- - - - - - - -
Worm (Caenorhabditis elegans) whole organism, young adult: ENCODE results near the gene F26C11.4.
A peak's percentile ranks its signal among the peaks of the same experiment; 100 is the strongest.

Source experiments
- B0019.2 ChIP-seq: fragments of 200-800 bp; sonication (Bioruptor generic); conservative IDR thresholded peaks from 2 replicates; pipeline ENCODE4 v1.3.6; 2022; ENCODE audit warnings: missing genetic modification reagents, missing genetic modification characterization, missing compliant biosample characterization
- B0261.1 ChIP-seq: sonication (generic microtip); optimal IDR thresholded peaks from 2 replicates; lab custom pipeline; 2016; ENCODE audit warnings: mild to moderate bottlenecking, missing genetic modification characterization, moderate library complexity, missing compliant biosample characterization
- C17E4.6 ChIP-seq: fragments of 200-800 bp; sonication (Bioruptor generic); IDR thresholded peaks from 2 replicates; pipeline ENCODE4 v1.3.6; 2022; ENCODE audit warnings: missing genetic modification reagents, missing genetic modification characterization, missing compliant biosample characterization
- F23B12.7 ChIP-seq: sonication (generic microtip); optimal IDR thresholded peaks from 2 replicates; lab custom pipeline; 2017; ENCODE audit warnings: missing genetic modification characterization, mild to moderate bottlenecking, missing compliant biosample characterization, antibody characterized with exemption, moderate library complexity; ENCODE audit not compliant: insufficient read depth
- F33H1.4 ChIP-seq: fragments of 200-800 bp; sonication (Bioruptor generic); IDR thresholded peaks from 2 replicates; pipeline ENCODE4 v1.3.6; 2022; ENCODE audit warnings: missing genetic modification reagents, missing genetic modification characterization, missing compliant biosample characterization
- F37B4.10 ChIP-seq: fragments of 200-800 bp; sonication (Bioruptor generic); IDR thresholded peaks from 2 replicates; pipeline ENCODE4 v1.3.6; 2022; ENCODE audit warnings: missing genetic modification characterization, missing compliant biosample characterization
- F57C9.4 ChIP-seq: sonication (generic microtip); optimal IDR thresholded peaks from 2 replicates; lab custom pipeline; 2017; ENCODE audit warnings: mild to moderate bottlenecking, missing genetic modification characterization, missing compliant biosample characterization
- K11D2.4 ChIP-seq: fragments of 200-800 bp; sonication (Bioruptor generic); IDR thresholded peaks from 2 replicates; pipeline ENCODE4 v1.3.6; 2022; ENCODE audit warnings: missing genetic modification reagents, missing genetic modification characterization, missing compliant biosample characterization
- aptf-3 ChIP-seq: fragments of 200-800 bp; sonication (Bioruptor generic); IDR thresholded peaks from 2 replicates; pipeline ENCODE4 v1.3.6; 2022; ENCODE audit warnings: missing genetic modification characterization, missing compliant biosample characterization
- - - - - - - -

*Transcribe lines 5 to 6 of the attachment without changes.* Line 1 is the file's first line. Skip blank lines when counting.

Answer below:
- B0261.1 ChIP-seq: sonication (generic microtip); optimal IDR thresholded peaks from 2 replicates; lab custom pipeline; 2016; ENCODE audit warnings: mild to moderate bottlenecking, missing genetic modification characterization, moderate library complexity, missing compliant biosample characterization
- C17E4.6 ChIP-seq: fragments of 200-800 bp; sonication (Bioruptor generic); IDR thresholded peaks from 2 replicates; pipeline ENCODE4 v1.3.6; 2022; ENCODE audit warnings: missing genetic modification reagents, missing genetic modification characterization, missing compliant biosample characterization